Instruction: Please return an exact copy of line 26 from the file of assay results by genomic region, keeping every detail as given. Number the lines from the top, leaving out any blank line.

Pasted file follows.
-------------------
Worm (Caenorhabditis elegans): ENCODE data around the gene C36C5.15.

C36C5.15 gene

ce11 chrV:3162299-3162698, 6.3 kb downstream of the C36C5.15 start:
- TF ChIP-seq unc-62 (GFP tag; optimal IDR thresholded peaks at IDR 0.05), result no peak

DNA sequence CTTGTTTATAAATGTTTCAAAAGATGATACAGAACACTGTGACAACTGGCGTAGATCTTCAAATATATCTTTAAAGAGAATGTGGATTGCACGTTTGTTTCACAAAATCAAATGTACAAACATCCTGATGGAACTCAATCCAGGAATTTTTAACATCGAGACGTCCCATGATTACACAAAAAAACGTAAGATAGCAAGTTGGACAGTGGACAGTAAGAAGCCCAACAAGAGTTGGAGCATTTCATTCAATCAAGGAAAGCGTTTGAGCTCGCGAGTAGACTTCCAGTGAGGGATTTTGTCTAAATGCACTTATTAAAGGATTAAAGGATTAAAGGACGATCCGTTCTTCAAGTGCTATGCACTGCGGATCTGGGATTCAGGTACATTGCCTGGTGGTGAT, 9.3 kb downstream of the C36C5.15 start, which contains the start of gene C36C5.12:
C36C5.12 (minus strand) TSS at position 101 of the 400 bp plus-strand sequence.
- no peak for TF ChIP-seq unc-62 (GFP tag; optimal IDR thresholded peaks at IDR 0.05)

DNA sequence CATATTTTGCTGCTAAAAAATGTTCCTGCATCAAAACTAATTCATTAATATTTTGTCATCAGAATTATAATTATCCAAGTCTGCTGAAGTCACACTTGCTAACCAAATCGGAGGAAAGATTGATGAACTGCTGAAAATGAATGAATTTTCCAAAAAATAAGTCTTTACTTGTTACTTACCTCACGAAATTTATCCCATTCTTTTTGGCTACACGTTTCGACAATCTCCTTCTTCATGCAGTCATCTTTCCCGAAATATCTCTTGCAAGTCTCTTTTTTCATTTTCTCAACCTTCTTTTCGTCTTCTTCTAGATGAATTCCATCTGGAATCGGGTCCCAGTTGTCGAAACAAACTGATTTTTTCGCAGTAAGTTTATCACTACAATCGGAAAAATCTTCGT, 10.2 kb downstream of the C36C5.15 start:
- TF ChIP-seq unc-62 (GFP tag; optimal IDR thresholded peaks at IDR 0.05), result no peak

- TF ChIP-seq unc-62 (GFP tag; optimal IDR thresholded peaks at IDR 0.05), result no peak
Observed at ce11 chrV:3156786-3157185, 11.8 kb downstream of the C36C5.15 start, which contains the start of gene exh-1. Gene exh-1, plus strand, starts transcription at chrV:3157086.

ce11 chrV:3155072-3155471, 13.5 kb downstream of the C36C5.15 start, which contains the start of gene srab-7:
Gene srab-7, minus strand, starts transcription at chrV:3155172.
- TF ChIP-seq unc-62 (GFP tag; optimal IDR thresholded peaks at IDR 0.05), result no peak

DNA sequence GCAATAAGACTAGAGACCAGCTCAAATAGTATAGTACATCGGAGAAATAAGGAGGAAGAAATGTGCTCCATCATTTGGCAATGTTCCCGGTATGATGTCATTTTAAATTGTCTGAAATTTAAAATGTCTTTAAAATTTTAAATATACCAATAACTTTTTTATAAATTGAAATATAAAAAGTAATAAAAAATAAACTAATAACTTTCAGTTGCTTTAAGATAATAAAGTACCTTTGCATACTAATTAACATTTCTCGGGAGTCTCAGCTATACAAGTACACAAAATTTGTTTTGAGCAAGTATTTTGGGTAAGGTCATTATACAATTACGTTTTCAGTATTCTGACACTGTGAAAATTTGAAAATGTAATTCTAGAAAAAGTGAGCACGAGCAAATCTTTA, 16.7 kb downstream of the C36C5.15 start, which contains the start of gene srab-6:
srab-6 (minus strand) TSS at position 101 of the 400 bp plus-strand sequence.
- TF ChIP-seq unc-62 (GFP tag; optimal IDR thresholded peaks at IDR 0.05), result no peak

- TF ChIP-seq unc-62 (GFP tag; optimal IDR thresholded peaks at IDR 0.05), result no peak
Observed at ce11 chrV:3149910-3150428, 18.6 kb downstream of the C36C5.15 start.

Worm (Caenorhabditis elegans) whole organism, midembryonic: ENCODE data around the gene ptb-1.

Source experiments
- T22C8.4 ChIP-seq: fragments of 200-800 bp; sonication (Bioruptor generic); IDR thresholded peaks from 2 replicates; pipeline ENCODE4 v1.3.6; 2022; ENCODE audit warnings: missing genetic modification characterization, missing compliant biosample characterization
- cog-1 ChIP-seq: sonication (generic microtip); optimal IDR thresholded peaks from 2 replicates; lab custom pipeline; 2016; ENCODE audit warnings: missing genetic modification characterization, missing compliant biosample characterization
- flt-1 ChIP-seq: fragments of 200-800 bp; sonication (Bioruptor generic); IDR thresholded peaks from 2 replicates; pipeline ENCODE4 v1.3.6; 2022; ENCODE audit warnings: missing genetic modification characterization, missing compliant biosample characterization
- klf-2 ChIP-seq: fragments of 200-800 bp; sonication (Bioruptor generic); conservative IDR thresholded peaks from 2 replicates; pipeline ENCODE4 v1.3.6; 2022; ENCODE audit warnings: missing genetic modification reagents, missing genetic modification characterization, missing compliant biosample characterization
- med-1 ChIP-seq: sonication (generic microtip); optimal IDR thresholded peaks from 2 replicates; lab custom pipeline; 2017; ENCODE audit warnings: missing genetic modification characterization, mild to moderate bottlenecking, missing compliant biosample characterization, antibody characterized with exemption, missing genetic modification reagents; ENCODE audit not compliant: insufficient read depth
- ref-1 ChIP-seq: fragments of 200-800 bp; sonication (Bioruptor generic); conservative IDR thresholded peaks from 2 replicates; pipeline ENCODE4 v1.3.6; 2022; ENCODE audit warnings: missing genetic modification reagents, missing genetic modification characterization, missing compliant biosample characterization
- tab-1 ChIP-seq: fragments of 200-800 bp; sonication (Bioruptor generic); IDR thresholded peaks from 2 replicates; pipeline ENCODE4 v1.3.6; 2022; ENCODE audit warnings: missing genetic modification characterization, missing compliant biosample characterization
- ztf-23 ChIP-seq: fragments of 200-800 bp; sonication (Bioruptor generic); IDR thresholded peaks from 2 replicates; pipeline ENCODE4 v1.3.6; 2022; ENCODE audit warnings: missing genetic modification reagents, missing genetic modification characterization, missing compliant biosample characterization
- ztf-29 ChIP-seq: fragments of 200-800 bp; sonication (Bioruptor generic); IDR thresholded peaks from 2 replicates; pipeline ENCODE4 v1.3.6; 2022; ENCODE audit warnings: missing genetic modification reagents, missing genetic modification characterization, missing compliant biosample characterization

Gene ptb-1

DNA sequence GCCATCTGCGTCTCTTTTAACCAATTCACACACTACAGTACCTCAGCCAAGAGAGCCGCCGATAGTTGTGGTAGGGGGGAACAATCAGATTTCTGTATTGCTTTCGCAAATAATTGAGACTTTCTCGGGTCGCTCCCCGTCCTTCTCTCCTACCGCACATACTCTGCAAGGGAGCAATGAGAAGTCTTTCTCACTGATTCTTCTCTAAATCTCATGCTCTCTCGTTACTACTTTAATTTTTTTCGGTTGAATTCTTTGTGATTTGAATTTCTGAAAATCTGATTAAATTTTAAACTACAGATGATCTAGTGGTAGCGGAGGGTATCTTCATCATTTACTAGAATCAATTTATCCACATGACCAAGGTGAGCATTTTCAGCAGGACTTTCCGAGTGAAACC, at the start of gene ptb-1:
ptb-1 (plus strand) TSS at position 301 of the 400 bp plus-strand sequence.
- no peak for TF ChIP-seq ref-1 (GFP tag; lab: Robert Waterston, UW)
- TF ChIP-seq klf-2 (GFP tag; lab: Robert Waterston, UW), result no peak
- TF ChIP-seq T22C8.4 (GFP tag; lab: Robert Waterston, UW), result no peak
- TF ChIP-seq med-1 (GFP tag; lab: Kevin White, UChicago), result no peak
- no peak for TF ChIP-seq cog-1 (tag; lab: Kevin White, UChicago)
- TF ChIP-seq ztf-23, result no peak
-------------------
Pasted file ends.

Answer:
- med-1 ChIP-seq: sonication (generic microtip); optimal IDR thresholded peaks from 2 replicates; lab custom pipeline; 2017; ENCODE audit warnings: missing genetic modification characterization, mild to moderate bottlenecking, missing compliant biosample characterization, antibody characterized with exemption, missing genetic modification reagents; ENCODE audit not compliant: insufficient read depth